A Bill of Lading (BOL or B/L) is one of the oldest and most common forms of transportation documents in use today. It is a document that establishes the terms of a contract between a shipping company (or its agent) and the exporter/shipper (or agent, such as a freight forwarder). Within this contract, it is agreed that freight is to be moved between specified points for a specified charge.
[In the world of export documentation, the term commonly used to describe the individual or firm that contracts the transportation company to send goods to a foreign destination – generally the exporter – is referred as the “shipper”, even in the case of air freight]
Some more detail
The BOL is normally completed by the exporter on forms issued by the shipping carrier. The BOL serves as a document of title, a contract of carriage, and a receipt for goods. The BOL also describes the kind and quantity of goods being shipped (such as the number of packages, the weight and consignment dimensions), the shipper (or exporter), the consignee (the person or firm to whom the goods are being shipped), the ports of loading and discharge, and the carrying vessel.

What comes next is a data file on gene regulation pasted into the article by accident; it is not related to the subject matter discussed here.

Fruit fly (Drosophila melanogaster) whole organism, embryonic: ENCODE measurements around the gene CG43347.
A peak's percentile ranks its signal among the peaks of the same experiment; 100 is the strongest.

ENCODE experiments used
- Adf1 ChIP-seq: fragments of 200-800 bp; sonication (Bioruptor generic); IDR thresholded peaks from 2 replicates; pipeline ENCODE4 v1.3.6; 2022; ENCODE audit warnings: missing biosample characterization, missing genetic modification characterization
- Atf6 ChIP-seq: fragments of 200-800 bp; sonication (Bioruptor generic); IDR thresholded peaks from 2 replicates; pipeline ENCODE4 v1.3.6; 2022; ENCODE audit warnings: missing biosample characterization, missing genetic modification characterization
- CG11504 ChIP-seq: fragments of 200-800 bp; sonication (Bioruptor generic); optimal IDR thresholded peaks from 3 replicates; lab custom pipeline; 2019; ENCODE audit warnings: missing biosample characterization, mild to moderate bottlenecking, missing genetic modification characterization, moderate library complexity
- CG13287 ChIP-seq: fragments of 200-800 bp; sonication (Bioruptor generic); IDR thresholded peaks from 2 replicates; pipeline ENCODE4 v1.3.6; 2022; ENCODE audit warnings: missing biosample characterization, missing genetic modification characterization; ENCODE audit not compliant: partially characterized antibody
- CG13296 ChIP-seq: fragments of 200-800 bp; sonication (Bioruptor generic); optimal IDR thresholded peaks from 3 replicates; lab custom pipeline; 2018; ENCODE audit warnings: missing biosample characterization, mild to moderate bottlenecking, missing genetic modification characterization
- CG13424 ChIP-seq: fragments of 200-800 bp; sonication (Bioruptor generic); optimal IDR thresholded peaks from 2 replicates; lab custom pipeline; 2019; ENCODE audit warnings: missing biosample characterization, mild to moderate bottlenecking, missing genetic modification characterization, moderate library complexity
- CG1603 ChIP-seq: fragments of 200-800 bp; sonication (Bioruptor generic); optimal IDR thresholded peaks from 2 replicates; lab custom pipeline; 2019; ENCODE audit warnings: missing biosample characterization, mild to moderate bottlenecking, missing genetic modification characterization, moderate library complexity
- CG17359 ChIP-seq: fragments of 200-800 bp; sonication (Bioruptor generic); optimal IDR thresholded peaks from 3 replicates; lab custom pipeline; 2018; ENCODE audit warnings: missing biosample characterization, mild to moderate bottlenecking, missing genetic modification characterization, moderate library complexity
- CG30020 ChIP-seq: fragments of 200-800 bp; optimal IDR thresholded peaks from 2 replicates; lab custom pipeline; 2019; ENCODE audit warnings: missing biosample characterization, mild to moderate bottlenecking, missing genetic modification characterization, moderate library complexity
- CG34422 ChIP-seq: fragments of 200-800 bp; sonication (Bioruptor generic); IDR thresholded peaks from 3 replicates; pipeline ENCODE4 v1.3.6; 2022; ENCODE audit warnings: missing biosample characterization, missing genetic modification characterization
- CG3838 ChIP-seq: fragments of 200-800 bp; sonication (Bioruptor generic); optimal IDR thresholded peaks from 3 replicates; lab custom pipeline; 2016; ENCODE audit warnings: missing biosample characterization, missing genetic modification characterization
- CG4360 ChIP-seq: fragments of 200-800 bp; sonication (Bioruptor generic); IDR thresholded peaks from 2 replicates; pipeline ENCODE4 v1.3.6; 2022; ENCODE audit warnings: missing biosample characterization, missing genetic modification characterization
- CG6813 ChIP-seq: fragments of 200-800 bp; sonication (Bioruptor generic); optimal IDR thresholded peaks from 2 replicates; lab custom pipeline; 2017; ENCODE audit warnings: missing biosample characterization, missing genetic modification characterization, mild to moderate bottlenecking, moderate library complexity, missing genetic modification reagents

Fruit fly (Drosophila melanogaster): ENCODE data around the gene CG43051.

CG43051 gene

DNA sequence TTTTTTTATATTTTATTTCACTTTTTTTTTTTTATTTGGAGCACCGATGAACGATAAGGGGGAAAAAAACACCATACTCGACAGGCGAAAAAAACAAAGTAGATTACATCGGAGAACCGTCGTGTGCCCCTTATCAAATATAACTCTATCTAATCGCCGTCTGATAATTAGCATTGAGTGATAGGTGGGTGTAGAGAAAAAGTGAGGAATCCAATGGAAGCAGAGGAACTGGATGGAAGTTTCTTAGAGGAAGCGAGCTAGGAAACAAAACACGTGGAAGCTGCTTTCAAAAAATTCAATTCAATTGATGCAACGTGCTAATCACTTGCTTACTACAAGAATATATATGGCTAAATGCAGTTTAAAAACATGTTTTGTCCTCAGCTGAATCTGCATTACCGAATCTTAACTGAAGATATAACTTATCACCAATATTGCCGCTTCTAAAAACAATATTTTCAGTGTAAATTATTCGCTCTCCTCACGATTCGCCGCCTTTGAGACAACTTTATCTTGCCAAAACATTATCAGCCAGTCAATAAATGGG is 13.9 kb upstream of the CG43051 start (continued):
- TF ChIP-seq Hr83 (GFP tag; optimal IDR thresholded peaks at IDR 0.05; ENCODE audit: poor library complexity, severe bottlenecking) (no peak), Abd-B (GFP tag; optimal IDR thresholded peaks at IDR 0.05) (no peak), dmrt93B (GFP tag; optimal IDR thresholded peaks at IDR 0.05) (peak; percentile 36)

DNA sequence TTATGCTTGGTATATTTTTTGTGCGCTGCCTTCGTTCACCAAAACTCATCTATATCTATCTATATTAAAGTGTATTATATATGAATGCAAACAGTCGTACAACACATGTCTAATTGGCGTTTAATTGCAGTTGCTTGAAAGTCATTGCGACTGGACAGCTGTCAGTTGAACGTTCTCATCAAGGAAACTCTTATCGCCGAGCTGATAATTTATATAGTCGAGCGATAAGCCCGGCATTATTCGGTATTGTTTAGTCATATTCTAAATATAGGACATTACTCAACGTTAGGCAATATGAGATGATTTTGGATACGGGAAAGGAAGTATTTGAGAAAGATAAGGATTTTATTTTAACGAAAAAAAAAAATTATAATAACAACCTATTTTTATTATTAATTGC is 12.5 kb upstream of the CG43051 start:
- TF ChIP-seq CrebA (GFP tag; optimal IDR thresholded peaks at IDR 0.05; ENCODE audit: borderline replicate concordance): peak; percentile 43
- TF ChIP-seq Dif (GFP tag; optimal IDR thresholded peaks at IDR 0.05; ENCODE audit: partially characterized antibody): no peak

As the BOL serves as a freight receipt, it will indicate if the freight costs of have been prepaid or are to be paid by the consignee (referred to as “freight collect”). Neither the form nor the usage of the BOL is standardised at present. With the development of containerisation and the use of different means of transport (land and sea) under one contract of carriage, the traditional marine or ocean BOL is being used less often in international trade. Goods cannot be released at the port of discharge until the consignee or their agent produces the original BOL
BOLs may come in both short and long forms. The short form simply refers to the main contract as an existing document, whereas the long form (connaissement intégral) issued by the carrier sets out all the terms of the contract of carriage.